If the Social Security Administration (SSA) denies your Social Security Disability claim, it is wise to request an appeal immediately. Claimants must file their requests within the 60-day deadline. While learning that the SSA has denied your claim is disappointing, all is not lost.

 

Many disability claims are approved upon appeal. If the SSA has denied your Social Security Disability Insurance claim, you always have a right to appeal. A skilled social security disability insurance attorney can help you file an accurate and compelling appeal, but it is important that you meet the 60-day deadline.

 

What Does a Social Security Disability Insurance Denial Mean?

 

If you are facing a disability claim denial, you may be wondering why and what you can do about it. The Social Security Administration always includes a rationale in their claim denials. The SSA always mails a denial notice which will contain the following information:

 

  • A description of your medical condition
  • The impairments that the SSA considered
  • The nonmedical and medical records that the SSA considered
  • An explanation or rationale for the claim denial

 

Technical Denials of Disability Insurance Claims

 

In a technical denial, the SSA will refuse to examine the claimant's medical records if they do not meet the eligibility requirements. The claimant cannot earn more income than the substantial gainful activity limit of $1,090 per month. Claimants with insufficient work credits will also face denial. Finally, if the applicant is seeking Supplemental Security Income (SSI), he or she could be denied for exceeding SSA’s asset or income limits.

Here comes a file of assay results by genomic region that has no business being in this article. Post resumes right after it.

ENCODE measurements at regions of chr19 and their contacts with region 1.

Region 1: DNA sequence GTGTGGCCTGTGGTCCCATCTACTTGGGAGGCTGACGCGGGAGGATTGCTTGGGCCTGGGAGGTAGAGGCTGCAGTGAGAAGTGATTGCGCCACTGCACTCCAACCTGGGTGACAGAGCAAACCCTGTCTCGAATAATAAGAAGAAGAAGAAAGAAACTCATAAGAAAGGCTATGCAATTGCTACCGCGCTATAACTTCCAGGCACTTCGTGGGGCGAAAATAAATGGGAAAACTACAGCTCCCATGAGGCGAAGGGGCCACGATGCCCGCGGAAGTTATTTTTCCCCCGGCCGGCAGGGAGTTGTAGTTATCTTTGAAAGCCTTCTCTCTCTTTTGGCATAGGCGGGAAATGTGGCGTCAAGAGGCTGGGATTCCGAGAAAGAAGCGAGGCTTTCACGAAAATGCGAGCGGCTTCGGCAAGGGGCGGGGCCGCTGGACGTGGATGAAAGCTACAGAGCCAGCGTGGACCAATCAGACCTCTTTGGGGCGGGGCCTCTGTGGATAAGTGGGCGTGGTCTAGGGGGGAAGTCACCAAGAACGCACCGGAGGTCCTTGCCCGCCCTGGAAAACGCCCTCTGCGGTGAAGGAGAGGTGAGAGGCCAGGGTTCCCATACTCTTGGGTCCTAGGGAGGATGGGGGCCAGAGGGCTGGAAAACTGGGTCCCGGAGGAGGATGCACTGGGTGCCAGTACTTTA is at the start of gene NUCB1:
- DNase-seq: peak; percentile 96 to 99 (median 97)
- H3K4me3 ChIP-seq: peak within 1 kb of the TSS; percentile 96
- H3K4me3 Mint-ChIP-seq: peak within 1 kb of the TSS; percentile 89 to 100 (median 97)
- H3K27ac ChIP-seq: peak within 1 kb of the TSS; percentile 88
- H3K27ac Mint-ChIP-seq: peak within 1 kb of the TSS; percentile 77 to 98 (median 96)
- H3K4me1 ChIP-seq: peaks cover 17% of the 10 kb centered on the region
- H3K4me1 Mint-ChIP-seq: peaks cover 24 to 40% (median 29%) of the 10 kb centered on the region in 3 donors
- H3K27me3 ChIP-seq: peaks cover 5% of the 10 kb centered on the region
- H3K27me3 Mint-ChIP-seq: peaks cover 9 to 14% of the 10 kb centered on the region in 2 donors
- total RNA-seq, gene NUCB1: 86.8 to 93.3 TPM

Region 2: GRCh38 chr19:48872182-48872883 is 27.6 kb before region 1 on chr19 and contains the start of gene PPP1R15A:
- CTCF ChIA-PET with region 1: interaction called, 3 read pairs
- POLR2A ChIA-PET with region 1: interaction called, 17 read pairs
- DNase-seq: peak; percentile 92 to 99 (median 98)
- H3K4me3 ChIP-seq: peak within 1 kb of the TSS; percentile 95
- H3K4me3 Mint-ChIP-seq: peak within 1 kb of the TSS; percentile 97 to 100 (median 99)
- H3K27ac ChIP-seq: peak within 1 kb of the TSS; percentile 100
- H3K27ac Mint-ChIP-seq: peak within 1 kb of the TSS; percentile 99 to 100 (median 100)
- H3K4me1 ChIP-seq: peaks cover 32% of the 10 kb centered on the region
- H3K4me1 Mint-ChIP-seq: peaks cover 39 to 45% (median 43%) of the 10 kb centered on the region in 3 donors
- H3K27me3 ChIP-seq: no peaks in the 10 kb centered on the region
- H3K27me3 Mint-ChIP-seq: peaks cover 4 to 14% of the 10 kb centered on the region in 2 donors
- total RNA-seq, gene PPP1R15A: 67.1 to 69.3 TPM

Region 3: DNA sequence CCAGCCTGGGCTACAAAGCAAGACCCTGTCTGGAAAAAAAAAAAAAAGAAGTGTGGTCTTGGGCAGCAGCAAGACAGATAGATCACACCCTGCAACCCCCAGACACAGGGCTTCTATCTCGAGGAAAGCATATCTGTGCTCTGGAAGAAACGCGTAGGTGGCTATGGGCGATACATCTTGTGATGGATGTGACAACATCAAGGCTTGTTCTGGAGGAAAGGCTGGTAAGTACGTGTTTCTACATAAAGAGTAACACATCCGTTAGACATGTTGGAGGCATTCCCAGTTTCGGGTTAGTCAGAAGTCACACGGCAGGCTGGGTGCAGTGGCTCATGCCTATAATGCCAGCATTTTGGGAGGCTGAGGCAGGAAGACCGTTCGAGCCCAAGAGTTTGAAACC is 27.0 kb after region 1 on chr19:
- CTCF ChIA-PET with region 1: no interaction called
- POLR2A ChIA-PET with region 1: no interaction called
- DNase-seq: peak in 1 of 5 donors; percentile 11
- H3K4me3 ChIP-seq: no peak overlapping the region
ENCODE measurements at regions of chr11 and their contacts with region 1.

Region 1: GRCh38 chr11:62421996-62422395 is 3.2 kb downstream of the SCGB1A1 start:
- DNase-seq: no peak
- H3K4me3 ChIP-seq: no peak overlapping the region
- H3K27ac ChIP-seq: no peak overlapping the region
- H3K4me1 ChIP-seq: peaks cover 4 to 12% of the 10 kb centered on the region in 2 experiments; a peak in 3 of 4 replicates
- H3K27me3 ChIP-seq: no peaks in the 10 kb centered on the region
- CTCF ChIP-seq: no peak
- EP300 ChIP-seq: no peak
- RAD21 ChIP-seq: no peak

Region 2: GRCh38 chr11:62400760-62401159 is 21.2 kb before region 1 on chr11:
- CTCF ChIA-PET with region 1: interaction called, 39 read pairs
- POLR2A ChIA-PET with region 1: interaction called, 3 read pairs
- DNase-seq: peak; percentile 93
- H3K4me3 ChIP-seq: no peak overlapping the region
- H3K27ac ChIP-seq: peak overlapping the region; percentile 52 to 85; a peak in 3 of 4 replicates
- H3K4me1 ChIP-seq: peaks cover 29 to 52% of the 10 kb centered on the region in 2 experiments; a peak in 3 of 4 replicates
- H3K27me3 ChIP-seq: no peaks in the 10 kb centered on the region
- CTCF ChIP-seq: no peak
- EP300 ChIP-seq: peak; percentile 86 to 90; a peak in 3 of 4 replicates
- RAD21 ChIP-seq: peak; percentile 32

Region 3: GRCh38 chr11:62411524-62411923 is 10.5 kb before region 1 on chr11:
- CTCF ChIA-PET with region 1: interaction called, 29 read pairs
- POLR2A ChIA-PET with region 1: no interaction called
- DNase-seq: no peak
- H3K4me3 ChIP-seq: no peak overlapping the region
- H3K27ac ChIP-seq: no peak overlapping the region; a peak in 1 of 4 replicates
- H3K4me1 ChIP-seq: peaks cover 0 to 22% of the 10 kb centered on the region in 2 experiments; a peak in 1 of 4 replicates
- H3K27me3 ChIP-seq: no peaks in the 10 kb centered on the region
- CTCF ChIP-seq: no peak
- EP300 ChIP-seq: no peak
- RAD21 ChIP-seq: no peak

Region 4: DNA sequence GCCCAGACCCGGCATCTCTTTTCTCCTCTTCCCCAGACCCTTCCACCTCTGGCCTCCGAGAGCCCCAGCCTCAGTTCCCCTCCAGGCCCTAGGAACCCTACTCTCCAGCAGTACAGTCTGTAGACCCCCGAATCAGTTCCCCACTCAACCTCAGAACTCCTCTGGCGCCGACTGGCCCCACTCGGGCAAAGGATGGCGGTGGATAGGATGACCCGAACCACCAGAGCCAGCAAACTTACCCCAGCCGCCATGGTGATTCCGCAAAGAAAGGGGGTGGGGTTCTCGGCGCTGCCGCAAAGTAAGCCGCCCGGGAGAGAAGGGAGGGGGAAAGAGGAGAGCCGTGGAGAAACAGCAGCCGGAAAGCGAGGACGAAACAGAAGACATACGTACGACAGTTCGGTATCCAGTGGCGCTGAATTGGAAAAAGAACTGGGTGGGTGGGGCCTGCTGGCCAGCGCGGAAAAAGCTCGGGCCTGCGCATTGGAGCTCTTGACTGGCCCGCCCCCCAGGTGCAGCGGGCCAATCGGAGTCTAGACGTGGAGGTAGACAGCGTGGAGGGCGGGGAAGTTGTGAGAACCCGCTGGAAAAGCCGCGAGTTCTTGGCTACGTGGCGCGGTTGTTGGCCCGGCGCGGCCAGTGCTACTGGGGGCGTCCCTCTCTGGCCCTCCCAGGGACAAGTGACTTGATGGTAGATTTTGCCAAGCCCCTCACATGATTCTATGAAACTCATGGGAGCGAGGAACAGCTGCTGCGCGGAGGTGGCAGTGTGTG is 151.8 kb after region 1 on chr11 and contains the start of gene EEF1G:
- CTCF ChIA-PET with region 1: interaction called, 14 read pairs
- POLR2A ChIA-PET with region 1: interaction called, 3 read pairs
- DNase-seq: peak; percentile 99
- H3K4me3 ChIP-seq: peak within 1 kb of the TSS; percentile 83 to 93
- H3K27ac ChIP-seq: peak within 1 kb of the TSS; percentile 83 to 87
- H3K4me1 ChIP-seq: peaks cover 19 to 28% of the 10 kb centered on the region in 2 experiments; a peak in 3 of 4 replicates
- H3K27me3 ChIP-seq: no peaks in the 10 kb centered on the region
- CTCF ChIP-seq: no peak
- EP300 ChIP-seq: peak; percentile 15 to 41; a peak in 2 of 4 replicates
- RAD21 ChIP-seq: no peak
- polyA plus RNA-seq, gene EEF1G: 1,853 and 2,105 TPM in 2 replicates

Denials Based on the Severity of Your Medical Condition

 

The SSA only awards disability insurance when a claimant’s medical condition prevents him or her from working one or more years. Claimants with a medical disability that can result in death also fulfill the requirements. Even if a claimant’s medical condition or disability is specifically listed in the SSA bluebook, if the condition is not severe enough, the SSA will issue a denial.

 

Request for Reconsideration

 

The first appeal after a claim denial is called a request for reconsideration. The applicant must file this request within 60 days of the original claim denial. After the request for reconsideration is made, a second SSA claims examiner will examine the claimant’s file and make a new determination.

 

If the SSA denies the request for reconsideration, the claimant may request a hearing before an administrative law judge. The claimant must request an administrative law judge hearing within 60 days of the denial. If the administrative law judge denies the claim, the claimant may appeal for a review by the Appeals Council.

 

The appeals council will review the judge's decision for technical errors or more substantial errors. An Appeals Council judge can determine to do any of the following:

 

  • Reverse the lower judge’s decision and grant approval of the claim
  • Remand the case to the judge below and order a second hearing, or
  • Issue another denial of the claim

 

If you wish to file an appeal of your social security disability claim denial, a skilled Social Security attorney can help.